Praying through your body

Revd Karen Wellman is the vicar of St Mark’s Church Teddington, a spiritual director and dances her prayers. Here she shares the joy of danced prayer, and how easy it is to do.

Have you ever thought of praying through the body? We run, walk, cycle or play sport for our physical health, but how about bringing that body into prayer? This might seem to be an odd thing to consider, yet think back to how you were taught to pray. You were probably taught to put your hands together and close your eyes. This simple movement is using the body to help quiet the mind. When you raise your hands during a worship song, or make the sign of the cross during a service, you are praying with the body – we just haven’t named it as 'gesture' or 'body' prayer.

The truth is that we are embodied people and in the past decade we are learning more and more about how our bodies affect our mood. We are discovering our 'second brain' in our guts and how exercise can affect our feelings of wellbeing. It makes sense to wonder if we can use our bodies to pray.

Praying with more than words can be a big step for some, but perhaps we can use our imaginations with gesture so that all of ourselves is engaged in prayer. The image in this piece (see below) is of a group of dancers in Wells Cathedral earlier this year. Each of us has our left hand on our heart and our right hand on the back of the heart of the person next to us.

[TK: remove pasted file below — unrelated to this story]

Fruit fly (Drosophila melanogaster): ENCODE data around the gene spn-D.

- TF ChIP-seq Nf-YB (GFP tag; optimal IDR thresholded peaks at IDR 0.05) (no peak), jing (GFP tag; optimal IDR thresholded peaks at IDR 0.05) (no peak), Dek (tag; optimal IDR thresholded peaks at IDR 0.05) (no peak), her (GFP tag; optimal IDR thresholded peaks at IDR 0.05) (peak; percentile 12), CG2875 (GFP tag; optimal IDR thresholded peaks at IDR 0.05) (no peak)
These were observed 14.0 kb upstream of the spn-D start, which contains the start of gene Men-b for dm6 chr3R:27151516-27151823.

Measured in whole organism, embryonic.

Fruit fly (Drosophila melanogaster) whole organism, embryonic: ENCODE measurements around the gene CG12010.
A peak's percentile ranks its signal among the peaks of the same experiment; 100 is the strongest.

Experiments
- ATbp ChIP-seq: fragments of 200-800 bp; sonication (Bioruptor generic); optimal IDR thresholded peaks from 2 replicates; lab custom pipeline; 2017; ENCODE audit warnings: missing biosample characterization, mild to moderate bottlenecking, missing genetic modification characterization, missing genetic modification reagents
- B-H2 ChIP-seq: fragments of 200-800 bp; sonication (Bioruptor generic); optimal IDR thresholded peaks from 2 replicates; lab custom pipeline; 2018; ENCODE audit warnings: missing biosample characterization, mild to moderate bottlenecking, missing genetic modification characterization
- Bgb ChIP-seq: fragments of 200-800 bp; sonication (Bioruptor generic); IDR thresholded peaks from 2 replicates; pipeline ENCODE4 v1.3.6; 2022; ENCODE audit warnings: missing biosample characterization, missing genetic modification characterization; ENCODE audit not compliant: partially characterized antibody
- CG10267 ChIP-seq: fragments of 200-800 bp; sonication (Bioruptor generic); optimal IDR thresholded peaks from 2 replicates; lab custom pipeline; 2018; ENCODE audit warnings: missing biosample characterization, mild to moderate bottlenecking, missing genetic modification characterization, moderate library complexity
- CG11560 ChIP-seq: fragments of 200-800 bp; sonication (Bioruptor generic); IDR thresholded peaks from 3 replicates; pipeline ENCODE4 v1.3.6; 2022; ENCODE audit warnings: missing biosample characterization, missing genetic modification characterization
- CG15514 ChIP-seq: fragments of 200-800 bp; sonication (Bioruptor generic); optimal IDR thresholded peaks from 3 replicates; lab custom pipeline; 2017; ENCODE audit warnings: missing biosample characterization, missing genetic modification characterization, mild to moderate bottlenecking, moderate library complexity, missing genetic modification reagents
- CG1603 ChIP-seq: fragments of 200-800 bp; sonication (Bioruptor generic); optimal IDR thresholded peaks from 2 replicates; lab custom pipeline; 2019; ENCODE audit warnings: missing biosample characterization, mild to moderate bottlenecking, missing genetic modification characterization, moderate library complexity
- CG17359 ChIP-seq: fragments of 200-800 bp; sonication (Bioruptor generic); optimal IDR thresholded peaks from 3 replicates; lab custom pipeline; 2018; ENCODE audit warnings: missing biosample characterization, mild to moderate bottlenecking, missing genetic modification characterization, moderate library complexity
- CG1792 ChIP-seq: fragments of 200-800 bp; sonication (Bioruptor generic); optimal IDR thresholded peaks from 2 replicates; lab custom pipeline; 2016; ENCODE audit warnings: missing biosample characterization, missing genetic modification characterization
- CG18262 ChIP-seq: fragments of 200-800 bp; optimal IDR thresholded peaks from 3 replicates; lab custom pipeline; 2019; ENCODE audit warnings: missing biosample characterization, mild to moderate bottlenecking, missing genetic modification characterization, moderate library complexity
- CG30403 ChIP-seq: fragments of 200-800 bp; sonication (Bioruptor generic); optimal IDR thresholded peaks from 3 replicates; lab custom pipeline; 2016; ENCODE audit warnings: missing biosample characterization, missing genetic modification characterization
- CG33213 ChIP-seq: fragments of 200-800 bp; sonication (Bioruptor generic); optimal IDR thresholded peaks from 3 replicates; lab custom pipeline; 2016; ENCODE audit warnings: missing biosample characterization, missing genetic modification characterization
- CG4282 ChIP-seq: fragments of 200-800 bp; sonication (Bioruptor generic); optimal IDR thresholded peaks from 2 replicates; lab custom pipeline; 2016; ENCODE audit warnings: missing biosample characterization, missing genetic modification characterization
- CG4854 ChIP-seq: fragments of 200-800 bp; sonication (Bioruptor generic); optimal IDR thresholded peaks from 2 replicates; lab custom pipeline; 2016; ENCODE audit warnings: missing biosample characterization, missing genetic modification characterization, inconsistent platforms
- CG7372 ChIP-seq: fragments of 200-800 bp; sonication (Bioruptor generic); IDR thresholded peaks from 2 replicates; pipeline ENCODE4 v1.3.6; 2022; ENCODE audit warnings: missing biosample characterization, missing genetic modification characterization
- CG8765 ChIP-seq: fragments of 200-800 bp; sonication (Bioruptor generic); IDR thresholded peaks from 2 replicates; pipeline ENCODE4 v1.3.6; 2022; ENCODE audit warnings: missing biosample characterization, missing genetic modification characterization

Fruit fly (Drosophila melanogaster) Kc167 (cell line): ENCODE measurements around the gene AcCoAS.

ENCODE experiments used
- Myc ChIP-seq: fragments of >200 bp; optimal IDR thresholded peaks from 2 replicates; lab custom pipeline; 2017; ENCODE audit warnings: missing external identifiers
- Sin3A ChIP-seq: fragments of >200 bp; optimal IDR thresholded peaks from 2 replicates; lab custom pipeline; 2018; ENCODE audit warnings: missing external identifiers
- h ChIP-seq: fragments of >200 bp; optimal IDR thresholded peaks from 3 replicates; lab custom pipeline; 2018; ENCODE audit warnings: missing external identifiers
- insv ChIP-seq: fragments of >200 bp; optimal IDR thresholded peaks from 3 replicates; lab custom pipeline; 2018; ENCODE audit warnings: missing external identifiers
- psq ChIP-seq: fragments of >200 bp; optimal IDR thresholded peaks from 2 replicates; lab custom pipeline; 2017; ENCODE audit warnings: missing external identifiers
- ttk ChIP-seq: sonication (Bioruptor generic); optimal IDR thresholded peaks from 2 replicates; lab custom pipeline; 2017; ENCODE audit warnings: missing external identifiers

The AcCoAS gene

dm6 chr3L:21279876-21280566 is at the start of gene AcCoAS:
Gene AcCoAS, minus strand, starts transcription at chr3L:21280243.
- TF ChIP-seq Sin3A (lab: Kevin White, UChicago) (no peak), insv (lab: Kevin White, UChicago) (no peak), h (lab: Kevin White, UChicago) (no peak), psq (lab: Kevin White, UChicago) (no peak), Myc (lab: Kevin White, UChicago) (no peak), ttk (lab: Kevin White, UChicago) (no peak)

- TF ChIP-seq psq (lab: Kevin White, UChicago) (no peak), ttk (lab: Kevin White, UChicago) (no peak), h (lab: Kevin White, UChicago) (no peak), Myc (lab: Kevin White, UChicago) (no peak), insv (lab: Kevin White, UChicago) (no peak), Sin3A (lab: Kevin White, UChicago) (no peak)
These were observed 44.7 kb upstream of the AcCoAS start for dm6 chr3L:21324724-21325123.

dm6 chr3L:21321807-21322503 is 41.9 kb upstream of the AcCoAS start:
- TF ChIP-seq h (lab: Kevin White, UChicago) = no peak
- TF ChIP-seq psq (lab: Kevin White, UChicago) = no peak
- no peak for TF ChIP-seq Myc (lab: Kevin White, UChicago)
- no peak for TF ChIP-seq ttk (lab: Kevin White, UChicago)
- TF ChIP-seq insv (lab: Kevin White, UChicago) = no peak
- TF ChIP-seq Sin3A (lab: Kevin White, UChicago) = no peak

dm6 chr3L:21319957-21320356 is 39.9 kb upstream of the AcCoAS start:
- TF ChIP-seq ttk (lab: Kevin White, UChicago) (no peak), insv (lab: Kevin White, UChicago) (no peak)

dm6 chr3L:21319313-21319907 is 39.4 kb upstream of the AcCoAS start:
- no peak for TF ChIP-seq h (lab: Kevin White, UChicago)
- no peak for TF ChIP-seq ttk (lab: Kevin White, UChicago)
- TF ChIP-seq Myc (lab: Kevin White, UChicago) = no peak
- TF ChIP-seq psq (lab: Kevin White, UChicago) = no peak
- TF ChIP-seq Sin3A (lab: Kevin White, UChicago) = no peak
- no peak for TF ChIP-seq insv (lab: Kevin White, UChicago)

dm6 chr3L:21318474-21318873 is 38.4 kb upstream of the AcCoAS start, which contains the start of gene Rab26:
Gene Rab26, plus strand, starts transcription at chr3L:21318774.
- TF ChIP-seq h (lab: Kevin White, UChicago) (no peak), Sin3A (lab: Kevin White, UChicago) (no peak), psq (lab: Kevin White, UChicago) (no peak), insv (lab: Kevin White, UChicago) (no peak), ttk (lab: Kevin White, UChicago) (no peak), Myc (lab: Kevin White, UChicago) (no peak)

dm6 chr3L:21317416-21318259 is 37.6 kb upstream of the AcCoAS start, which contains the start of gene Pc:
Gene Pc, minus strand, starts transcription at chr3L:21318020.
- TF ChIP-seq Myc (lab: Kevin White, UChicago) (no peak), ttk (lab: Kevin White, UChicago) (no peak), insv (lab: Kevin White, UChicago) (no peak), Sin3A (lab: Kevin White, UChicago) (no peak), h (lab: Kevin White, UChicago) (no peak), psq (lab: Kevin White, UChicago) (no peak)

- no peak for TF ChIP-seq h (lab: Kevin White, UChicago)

(Photo credit: Judy King)

It is unlikely that you have 36 friends and a Gaia installation to help you in your prayers, but try copying and holding that gesture for yourself. If you are left handed swap over so that your right hand is on your heart and your left hand is placed on the back of imaginary (or real) person next to you. 

There are a number of ways you might want to use this gesture to pray.

  • You might just want to hold the gesture in silence for a few minutes and notice how you feel.
  • You might want to bring into your mind the people you want to pray for. Imagine them next to you and your open hand brings them into your prayers.
  • As you hold this gesture does a passage of scripture come to mind? Is this something to pray with, or give thanks for?
  • Another way of praying with this gesture is to hold it and at the same time to imagine that Jesus is standing next to you in this circle. His hand is on your back. Again scripture may help if this feels a little strange or unfamiliar.

Perhaps we need to hold onto the words of the angel of the Christmas story, ‘Fear not’, or maybe Isaiah resonates: ‘I have called you by name and you are mine.’

If you haven’t prayed in this way before it is likely to feel unfamiliar and it might be emotional as we are not used to bringing all of ourselves to God. Try it a few times before you think that you can’t do it!

How might you incorporate gesture into your prayer time?

A simple introduction to using gesture can be found on my blog post on the LCSD website

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